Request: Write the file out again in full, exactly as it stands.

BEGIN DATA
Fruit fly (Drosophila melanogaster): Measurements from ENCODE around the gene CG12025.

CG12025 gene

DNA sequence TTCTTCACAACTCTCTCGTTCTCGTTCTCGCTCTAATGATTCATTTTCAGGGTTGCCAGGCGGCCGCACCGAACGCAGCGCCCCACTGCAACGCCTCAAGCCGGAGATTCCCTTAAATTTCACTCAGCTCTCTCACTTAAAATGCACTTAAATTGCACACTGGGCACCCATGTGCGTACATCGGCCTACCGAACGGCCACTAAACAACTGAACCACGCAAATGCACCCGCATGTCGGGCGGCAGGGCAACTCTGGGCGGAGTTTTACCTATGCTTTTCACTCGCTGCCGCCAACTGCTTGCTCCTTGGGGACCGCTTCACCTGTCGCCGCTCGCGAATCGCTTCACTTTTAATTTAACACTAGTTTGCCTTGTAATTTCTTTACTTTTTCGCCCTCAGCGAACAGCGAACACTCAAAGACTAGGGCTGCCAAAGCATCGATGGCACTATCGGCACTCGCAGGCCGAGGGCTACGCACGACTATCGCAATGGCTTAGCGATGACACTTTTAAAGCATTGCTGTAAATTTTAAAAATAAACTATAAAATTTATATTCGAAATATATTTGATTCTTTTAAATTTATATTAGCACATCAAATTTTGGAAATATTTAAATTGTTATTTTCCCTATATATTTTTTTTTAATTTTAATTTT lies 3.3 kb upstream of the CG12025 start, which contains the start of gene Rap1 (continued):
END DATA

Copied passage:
Fruit fly (Drosophila melanogaster): Measurements from ENCODE around the gene CG12025.

CG12025 gene

DNA sequence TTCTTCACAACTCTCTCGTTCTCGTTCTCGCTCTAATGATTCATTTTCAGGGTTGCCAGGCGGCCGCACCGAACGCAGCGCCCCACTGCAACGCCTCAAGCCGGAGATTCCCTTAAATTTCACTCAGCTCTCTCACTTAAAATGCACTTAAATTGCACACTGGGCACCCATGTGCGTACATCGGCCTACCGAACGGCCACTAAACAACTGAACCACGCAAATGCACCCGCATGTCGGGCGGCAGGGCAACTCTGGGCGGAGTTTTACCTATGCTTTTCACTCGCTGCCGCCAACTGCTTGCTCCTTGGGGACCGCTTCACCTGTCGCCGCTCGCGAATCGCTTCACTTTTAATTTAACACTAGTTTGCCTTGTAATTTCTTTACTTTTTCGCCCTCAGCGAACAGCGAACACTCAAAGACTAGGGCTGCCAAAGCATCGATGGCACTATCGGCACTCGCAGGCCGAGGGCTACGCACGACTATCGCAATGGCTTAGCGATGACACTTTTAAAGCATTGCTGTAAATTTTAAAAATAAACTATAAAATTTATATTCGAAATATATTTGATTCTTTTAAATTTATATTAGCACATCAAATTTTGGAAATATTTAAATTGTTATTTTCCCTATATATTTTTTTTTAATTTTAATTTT lies 3.3 kb upstream of the CG12025 start, which contains the start of gene Rap1 (continued):